Wednesday, August 12, 2015

Can deputy president Ramaphosa be the answer to South Africa's looming crisis?

RW Johnson in his new book and a follow-up series of articles on Politicsweb has as his theme How long will South Africa survive? The Looming Crisis. This involves him covering many more aspects of the subject than can be answered short of writing another book.
However, something should be said regarding the specific point of the role a new leader might play after replacing the compromised President Zuma. On this question, Mr Johnson naturally raises the name of Cyril Ramaphosa. Along with commentators who identify leadership as both the problem and the solution to the country's woes, many South Africans would see Mr Ramaphosa as at least a candidate for next president on his qualities as a leader. He is strongly placed also by being deputy president already. 

But Mr Johnson does not fancy Mr Ramaphosa's chances of 'reversing the present downward drift' even if he wins the leadership struggle. He writes:

"What discussions [of the leadership struggle] lack is the comprehension that the visible decline in South Africa's governance and economic management is not finally to do with this or that leader; it is a social process" [emphasis in original]. 

This assertion seems oddly out of place coming from Mr Johnson. He is hardly a communist and, one imagines, no Marxist either. Perhaps he means only, as he puts it in his last article, that Cyril Ramaphosa, "lacking any real base within [the ANC] system .. would be even more at its mercy .. The system would prevail." There seem to be two worthwhile points to make on that. The first is academic.

If Mr Johnson is not intending to suggest determinism by his reference to 'a social process', then politicians, including all contemporary politicians in South Africa, have agency - meaning they are not wholly at the mercy of circumstances. It will not help to argue this point further here. Those who believe people are puppets out of stupidity, or made so out of the promise of money, will not be persuaded otherwise. 

The second point comes from observation. Even if Mr Ramaphosa is at the mercy of the ANC 'system', all the rest of the ANC and all the rest of SA's complex society are not. Certainly not indefinitely, come what may.

The key point to grasp in SA's early stage democracy is 'the system' that Mr Johnson asserts nothing can beat is not the ANC per se: it is one-party government that equates the ANC with the state.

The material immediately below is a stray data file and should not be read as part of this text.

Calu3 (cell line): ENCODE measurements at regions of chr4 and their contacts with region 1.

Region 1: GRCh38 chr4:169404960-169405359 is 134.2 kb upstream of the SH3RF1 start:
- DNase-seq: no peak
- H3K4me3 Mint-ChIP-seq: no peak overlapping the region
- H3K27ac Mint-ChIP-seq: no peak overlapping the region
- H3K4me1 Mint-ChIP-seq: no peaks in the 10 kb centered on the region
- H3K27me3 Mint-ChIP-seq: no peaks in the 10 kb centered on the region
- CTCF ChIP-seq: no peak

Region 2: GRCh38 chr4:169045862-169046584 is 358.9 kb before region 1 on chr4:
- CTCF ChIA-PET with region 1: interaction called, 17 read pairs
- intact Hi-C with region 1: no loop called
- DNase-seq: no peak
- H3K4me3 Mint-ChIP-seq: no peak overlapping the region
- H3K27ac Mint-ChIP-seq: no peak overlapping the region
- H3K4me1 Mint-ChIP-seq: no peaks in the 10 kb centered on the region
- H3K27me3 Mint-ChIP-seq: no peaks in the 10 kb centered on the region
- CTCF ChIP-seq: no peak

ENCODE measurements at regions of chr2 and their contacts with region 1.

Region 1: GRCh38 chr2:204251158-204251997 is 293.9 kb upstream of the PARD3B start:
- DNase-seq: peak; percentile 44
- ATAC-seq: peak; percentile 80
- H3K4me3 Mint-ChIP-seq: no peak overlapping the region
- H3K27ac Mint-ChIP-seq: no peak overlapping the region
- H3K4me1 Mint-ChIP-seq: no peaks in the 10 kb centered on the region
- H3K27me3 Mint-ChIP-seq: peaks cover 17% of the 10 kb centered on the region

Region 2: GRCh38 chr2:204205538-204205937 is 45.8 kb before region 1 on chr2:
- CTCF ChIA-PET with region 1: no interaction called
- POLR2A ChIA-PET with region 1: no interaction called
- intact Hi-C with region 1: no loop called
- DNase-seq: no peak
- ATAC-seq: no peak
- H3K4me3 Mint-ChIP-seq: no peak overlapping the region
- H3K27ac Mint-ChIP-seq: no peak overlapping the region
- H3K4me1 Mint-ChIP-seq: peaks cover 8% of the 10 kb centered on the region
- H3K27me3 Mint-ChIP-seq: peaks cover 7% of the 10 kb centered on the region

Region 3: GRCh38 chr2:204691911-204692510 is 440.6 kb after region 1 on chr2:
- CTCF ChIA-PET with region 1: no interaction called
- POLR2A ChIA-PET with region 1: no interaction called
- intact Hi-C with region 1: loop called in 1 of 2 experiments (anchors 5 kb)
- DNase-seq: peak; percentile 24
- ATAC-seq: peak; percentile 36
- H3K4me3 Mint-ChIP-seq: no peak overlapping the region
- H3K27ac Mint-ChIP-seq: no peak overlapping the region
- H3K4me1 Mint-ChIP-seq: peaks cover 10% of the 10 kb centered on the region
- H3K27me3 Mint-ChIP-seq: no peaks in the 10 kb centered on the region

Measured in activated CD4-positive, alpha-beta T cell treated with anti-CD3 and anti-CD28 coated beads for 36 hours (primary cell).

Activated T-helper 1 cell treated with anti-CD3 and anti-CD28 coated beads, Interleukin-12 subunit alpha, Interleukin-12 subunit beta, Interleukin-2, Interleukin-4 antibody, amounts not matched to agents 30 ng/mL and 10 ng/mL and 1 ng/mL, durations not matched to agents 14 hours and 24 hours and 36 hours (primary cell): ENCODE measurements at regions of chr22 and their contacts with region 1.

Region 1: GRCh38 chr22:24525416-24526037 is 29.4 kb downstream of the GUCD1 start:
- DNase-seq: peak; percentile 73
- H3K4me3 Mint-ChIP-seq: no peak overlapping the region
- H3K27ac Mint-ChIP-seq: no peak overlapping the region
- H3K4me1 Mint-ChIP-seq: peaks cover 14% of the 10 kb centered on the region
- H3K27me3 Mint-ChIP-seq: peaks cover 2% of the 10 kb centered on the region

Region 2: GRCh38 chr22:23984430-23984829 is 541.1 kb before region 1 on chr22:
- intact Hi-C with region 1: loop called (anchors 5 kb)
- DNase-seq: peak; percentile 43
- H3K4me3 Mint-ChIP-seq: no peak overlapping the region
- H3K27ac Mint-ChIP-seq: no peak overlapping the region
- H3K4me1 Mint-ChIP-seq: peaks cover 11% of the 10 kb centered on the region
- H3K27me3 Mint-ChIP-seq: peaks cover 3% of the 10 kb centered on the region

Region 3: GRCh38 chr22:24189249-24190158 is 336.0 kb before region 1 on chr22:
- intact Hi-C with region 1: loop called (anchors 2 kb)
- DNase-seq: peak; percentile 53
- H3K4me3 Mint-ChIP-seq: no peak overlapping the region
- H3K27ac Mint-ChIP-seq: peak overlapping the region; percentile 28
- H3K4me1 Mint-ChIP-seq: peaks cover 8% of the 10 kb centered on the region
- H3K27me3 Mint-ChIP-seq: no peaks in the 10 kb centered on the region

The ANC's hegemony has political and economic effects that can be challenged and changed, but it has shaped the country's moral climate and thinking. Until recently, it was unpatriotic to take sides against what the party of liberation said or did, not to mention 'racist' and imprudent to do so. President Zuma still appeals to South Africans to be 'patriotic'; he means support him and the ANC in all they do. Who seriously believes that can work as it once did?

Mr Johnson’s impossible-to-beat ‘system’ cannot of course finally change until the ANC loses its virtual monopoly of power. That is coming, fast or too slowly depending on your views, but inevitably producing all manner of opposition.

It is arguable what form this opposition is taking and how it will work out. Instead of Tony Leon not so many years ago, followed by Helen Zille, there is a new and articulate young black man at the top of the DA. There are the extraordinary claims for Mr Malema as next, or at least a future, SA president. That this idea is entertained at all is because of his supposed appeal to 'the young', the future being the young. There is the real time, real split in Cosatu and the prospect of Numsa and other affiliates forming a workers party. 

SA is a changing situation in a rapidly changing global world. Different 'class' interests are stirring the pot, but not in the old decisive Marxist sense: the ANC operates in an infinitely more complicated social and political context than Marx ever imagined.

The bigger truth is all of us, the ANC included, are currently living in a patronage phase with the resulting infighting, incompetence and stalemate Mr Johnson lists. But these are more symptoms than causes. 'The ANC' is not uniquely flawed intellectually and morally to a man - and woman. Nor is SA's 'decline', if that is what it is called, a 'social process' that is determined; it is as open as ever to change as SA changes and different leaders take the stage in response to it.

Leadership, or lack of it, will always play its due role in events, and events in determining leadership.


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